03 Dec Blood and Broccoli
“Blood and Broccoli”Written by Chisto Healy Edited by Craig Groshek and Seth Paul Thumbnail Art by Craig Groshek Narrated by N/A
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🎧 Available Audio Adaptations: None Available
⏰ ESTIMATED READING TIME — 27 minutes
Drew parked in the grass to make sure he was leaving plenty of room for the rest of his family. There were far too many of them as far as he was concerned and they would all be here. They never missed a Christmas or chance to make each other feel uncomfortable, no matter how much they hated the holiday. Drew thought that the only thing his family hated more than the holidays was each other, and still, year after year they showed up to share that hate in the most passive-aggressive ways they could muster.
Of course he wasn’t really one to talk since he had never missed one either and he couldn’t stand a single one of them. They weren’t a likable bunch and every time he had the displeasure of being around them, he wanted to resort to violence, and would often imagine their gruesome deaths in order to survive the holiday. He would smile and keep eye contact while picturing the chandelier falling onto his aunt’s bouffant, or nod with feigned interest as he thought about kicking his uncle’s badly fitting khaki ass into the oven. In reality, Drew wasn’t the violent type though. He didn’t have the option to be. He was the yang to the Chuck Norris yin. He believed all jokes aside, Chuck’s beard probably could actually kick his ass. Drew got in one fight in sixth grade and he lost it badly. He was forced to find other ways to solve problems.
In most walks of life that consisted of talking his way out of things and negotiating, two skills that meant nothing in this family. No one listened to him or anyone else or cared what anyone had to say past their own lips. Just thinking about it was infuriating. Drew took a deep breath and let it out slowly. Then he made his way up the curved cobbled walking path between rows of potted plants and pinwheels that spun lazily in the gentle breeze.
“I’ll be thankful when I don’t have to deal with this shit anymore,” he mumbled as he made his way to the front door. Drew saw the curtain to the left of the door move and felt his aunt Clara staring at him like he was some kind of intruder there to rob the place as she hid behind the Christmas red fabric. Yeah because I’d ever come here of my own accord, he thought. The bomb-ass peach cobbler wouldn’t even get me to come back if I didn’t have to. Why did I have to? Mom. I always came for mom. As horrible as these people consistently treated her, she has always put value on family. That’s part of the reason why she is probably the only redeemable member of this shit clan.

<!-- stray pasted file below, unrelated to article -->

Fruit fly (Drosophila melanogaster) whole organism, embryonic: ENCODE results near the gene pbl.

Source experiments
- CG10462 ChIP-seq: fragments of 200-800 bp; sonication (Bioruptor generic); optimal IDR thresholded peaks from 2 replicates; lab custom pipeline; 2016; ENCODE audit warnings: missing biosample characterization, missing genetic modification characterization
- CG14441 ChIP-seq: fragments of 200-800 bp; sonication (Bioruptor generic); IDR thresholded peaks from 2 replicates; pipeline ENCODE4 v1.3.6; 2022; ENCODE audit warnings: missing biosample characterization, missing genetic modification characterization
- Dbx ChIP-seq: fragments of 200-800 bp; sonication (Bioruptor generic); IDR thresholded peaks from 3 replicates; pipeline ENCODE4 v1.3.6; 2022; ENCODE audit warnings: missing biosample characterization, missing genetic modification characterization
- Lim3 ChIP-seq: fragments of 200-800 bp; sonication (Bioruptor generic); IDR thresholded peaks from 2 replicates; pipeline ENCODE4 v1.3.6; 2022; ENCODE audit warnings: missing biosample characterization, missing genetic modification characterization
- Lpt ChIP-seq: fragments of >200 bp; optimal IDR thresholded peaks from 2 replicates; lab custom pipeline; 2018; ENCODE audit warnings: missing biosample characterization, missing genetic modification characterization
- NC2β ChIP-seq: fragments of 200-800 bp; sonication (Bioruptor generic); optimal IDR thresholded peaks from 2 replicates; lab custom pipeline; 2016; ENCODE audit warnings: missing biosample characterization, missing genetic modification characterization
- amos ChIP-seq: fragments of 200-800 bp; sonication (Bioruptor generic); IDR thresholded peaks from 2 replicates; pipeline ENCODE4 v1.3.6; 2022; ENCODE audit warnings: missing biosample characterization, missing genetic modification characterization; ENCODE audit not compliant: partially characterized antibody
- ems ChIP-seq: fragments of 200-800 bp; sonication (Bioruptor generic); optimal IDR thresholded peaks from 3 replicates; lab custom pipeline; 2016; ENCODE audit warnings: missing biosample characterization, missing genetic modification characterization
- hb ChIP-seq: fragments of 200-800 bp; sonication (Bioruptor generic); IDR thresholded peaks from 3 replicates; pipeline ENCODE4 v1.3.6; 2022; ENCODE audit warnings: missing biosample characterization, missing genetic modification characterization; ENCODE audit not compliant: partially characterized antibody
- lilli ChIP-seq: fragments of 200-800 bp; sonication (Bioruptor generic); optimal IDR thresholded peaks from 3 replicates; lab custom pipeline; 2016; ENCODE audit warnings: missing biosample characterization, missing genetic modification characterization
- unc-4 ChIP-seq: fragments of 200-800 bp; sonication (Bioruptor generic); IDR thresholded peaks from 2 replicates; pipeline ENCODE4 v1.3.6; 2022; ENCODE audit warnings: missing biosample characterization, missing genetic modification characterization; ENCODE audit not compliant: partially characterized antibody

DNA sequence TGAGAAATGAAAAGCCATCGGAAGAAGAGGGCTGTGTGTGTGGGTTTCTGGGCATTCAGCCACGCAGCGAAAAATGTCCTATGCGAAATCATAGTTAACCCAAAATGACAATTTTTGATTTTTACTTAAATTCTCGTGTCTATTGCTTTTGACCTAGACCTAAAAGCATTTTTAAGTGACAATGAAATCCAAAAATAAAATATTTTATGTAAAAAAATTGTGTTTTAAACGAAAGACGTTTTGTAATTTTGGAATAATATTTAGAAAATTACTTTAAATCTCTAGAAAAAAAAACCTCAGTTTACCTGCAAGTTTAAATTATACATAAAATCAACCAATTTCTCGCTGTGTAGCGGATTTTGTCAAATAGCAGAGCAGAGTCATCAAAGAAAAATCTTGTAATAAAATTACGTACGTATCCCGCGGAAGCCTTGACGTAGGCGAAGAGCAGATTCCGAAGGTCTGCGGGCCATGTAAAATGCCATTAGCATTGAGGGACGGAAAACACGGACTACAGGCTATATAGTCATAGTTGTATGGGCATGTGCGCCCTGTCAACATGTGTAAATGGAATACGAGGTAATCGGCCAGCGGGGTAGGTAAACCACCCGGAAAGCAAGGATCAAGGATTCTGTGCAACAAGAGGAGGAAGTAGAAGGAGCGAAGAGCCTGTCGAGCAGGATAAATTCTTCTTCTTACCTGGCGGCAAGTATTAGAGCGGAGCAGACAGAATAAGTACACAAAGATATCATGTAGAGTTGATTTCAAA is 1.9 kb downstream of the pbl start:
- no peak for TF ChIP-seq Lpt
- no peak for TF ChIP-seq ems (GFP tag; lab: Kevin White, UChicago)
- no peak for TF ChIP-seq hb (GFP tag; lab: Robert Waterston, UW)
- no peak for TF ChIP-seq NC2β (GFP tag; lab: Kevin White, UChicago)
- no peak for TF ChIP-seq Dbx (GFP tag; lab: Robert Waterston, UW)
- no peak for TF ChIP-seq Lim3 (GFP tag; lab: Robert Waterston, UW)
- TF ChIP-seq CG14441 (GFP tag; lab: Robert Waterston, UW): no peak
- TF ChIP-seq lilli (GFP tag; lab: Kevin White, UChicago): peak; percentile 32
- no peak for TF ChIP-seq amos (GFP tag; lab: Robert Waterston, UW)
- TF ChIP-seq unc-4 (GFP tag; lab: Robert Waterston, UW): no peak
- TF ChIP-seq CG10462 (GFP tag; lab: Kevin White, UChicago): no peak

Drew waved at the window and then knocked on the door. It took an absurdly long amount of time for the door to open when he knew his aunt had been nearby peeping at him. He was mid-exasperated huff when it finally came open. There was aunt Clara wearing a Cheshire cat grin that was only slightly more frightening than her ugly sweater. “Dreeeew,” she crooned. “Oh, I’m so glad you made it. Your mother would be so happy.”
“That’s why I’m here,” he said. What he didn’t say was, It’s literally the only reason, and you should quit staring at everyone that walks up like they’re here to steal your plastic Christmas tree that sheds razor needles. I literally hate you.
Drew walked past aunt Clara and entered the house. His uncle Mike was sitting on the couch, beer in one hand, the other lost in his pants, watching a football game. Drew scowled. Is he just petting his beer gut or masturbating to first downs? It really could go either way. “Hey uncle Mike.”
“Game is garbage. Refs must’ve eaten too much turkey and fallen asleep out there for Christ’s sake.”
“Okay then,” Drew said, walking past him. He made his way to the kitchen where he was immediately punched in the arm. “Ow. Dammit.”
“ ‘Sup cousin. You want to get high and visit the land of misfit toys?” He laughed with pride at his own joke and Drew felt the disgust rise like bile in the back of his throat. He watched the man as he continued to nod while he waited for a response, his smile never faltering.
Drew took a deep breath and let it out very slowly to gain composure. “No, no I don’t want to do that, Charlie. We’re actually adults now.”
“Yeah, so? Suit yourself. I think your sister is upstairs. She’ll get high with me. Maybe she’ll even make out with me if I’m good.”
“You’re related,” Drew mumbled quietly. Then more loudly, “Have fun.”
“Haha, I will. Watch me,” Charlie said before running off.
“I won’t,” Drew said as he passed through the kitchen. He headed for the sliding glass door that led to the back porch where he knew his mother would be, chain-smoking cigarettes to deal with the stress of being here. He was patted on the head, back and arm several times on the way, by various family members already deep in the drink. Every touch made him cringe but as he was accustomed to, he didn’t say anything. He just kept on walking. In the safety of his mind his inner monologue wished them all a speedy demise.
He opened the door and stepped out onto the polished wood porch lit by large ornate tiki torches. He didn’t realize how stuffy it had been in his aunt’s house until he was back out in the fresh air. He took in deep lungfuls and relaxed some before moseying over to the steps where his mother sat dragging hard on a cigarette that she held between shaky fingers. “Hey Ma,” Drew said, taking a seat on the step beside her.